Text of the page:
ATI Radeon 5870 1GB Eyefinity Review - Conclusions

Submitted by skipclarke on 24 December, 2009 - 04:20

Article Type: 

TripleHead2Go Support

Unfortunately ATI was not able to implement support for custom resolutions (needed for 5040x1050) in the Catalyst software for the Radeon 5800. In speaking with our ATI rep, both the hardware and software were built new from the ground up. It wasn't an issue of carrying over an existing feature in a "software" upgrade, but in prioritizing resources within the new Catalyst build. You can utilize the TH2Go up to 3840x1024, but not on higher resolutions. Thus, the Radeon 5870 is not a valid upgrade path for most TH2Go users.

Opportunities for Improvement

No product is perfect, and I've outlined a few things that ATI could do to improve the Radeon 5870 and the Eyefinity experience. The good news is that most of the improvements are software based, and could be implemented in future driver releases. Both hardware issues I note below will be resolved in the Eyefinity6 release. It will be a 2GB board with 6 DP ports. The choices of ports and 1GB RAM were made to balance support for Eyefinity and support for the larger graphics market which was the primary target of the Radeon 5870. The 5870 basically opened the doors for Eyefinity from a hardware perspective. The Eyefinity6 will cater to our market.


2GB Card - Eyefinity users need 2GB - it's that simple. ATI should have launched with a 2GB option, especially for those EF users runing 5760x1200. We've seen in our NVIDIA testing how increased framebuffer will provide for a smoother experience at high resolution and/or high AA. Eyefinity users on the forum were asking for a 2GB card on launch day, and I believe they would have paid the appropriate premium for it.

3+ DisplayPorts - In speaking with our ATI rep, I found out that the two DVI ports were implemented to ensure an easy upgrade and backwards compatibility (from an installation perspective) for a large percentage of their existing market.


Catalyst Control Panel - ATI has been releasing monthly updates to the Catalyst drivers, so we know there are engineers working on the software. The solution may be as easy as adjusting the skin used in the CCC. An improved CCC would provide a better experience for all ATI users. Specific attention to Eyefinity would help highlight the technology and assist users with setting up their displays.

Intermediate Resolutions - This is probably one of the bigger outstanding issues. The lack of a viable "middle mode" in Eyefinity can mean the difference between a title being playable or unplayable for a user. ATI has picked 3840x1024 as that mode, which is unusable on widescreen displays. Rather than attempt to enable every possible resolution, a viable solution would be to simply pick 5040x1050 as that "middle mode."

Bezel Management - At their launch event, ATI demonstrated Bezel Management on a Linux-based installation. They have publicly stated they are working on the feature for Windows, but there is no ETA for a driver update or release.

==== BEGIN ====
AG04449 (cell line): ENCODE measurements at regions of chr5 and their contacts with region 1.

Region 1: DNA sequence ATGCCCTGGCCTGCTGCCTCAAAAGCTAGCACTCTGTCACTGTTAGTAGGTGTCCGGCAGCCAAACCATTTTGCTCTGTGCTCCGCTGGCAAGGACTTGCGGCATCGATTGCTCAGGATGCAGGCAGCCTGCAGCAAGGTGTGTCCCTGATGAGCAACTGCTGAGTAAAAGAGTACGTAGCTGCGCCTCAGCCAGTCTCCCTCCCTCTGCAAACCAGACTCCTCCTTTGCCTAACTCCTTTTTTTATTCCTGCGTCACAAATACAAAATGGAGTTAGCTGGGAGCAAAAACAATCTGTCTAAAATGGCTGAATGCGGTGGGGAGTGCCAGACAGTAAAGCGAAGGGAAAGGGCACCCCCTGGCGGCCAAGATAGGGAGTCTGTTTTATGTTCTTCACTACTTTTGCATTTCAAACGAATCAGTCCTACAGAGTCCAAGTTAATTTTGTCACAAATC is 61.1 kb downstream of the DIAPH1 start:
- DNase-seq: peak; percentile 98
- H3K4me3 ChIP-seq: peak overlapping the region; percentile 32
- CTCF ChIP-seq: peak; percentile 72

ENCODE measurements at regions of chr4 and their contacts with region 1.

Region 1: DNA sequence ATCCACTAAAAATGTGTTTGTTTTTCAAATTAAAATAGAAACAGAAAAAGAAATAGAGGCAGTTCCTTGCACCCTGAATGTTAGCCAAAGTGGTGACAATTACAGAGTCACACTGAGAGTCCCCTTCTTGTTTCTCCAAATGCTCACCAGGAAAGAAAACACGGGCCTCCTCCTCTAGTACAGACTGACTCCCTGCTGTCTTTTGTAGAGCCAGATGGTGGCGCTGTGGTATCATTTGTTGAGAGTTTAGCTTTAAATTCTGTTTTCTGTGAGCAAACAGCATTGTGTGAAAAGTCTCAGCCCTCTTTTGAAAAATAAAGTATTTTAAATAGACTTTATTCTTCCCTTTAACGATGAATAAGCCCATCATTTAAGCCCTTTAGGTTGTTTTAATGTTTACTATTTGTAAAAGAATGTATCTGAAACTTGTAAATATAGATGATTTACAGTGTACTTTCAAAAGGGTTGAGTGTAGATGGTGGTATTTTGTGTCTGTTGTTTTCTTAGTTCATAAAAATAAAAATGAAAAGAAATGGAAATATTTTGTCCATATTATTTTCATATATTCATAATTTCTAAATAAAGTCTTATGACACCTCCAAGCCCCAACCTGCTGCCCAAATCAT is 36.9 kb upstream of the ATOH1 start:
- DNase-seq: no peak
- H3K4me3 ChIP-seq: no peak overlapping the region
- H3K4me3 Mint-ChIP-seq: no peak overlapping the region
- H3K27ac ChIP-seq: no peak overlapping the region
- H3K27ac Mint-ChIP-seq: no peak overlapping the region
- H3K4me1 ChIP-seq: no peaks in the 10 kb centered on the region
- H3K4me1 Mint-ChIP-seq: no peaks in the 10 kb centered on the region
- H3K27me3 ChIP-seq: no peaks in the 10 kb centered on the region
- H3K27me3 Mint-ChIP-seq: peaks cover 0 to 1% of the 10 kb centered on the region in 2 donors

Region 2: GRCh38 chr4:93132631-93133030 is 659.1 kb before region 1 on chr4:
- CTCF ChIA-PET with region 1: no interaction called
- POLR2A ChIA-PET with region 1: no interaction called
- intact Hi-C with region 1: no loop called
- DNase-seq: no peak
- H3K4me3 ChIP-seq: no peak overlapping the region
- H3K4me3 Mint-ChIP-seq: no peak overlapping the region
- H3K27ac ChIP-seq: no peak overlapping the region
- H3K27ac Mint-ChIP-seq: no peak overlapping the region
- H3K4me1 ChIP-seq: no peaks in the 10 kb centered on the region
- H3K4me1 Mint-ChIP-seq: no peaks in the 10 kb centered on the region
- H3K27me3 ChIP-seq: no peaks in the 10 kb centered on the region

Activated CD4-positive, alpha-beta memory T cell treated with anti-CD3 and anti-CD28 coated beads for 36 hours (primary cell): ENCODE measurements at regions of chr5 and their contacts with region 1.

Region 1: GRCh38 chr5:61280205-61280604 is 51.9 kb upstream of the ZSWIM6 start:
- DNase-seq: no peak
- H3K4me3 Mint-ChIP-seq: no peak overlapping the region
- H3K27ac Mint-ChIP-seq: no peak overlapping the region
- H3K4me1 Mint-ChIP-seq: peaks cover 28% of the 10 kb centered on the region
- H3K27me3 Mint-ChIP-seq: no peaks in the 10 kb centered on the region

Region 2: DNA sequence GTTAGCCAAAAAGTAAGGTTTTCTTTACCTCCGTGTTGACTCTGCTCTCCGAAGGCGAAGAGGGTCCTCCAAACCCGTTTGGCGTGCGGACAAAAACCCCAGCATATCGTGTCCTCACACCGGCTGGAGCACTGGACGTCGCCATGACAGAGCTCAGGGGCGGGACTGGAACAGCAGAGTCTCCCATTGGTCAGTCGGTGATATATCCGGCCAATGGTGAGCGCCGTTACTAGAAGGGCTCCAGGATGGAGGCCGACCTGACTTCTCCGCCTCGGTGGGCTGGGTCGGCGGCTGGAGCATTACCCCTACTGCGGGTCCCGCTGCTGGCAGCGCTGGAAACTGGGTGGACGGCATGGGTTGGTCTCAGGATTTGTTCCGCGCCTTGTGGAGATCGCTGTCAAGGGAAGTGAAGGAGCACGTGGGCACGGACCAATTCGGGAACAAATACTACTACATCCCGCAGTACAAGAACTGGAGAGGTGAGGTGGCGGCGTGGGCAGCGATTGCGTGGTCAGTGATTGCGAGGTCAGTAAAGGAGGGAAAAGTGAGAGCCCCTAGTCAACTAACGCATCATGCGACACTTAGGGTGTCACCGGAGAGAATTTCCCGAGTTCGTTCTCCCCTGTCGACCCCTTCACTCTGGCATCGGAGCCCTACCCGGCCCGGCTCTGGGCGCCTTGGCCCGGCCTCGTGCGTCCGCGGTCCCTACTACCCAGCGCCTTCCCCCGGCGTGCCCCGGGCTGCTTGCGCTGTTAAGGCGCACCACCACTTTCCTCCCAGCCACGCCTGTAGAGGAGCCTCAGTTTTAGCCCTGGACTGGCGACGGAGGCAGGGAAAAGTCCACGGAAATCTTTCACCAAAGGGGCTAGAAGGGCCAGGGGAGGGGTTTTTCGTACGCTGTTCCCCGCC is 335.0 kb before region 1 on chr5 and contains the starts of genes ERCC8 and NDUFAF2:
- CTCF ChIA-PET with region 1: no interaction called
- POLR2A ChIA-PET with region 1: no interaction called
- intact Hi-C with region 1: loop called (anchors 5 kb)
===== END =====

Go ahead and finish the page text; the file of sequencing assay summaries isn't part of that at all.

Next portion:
CrossFire Support - Limited CrossFire (CF) support was implemented with the release of the Radeon 5970 (essentially an "X2" card). CF support was given wider release over the last few days (as of the completion of this review), with the release of the 9.12 driver. Users are still working through some initial issues with the implementation, and we are yet to determine how many games are able to support both Eyefinity and CrossFire at the same time.


I've spent a lot of the review talking about the things I don't like about the Radeon 5870. None of these issues are large enough that they should dissuade you from jumping into Eyefinity. Fixing even some of these issues would be the difference between Eyefinity been a great experience and an outstanding experience. I want that outstanding experience for myself, and for my users at the WSGF.

As a "normal" video card, the Radeon 5870 delivers great performance while it generates less noise and less heat inside your computer case, and all for less money that its current competition. It has outstanding DX10 performance, and is the only card family to support DX11. Based on that alone, the Radeon 5870 comes highly recommended.

However, there is more to the 5870 than just being a "normal" video card. The Radeon 5870 launched Eyefinity, and brought multi-monitor gaming to the mainstream. Gone is the need for additional hardware (as long as you have one DP port) and custom driver support. Gone are the limitations of 5040x1050 and 57Hz. I've outlined its shortcomings throughout this article, but they really do pale in comparison to what Eyefinity brings to the table today and what it can be tomorrow. Remember, no product is ever perfect.

If you haven't experienced multi-monitor gaming, then it is hard to explain what you're missing. The best I can do is direct you again to our YouTube Channel. If you've been waiting for the right time to take the plunge, I believe Eyefinity opens up that possibility to you.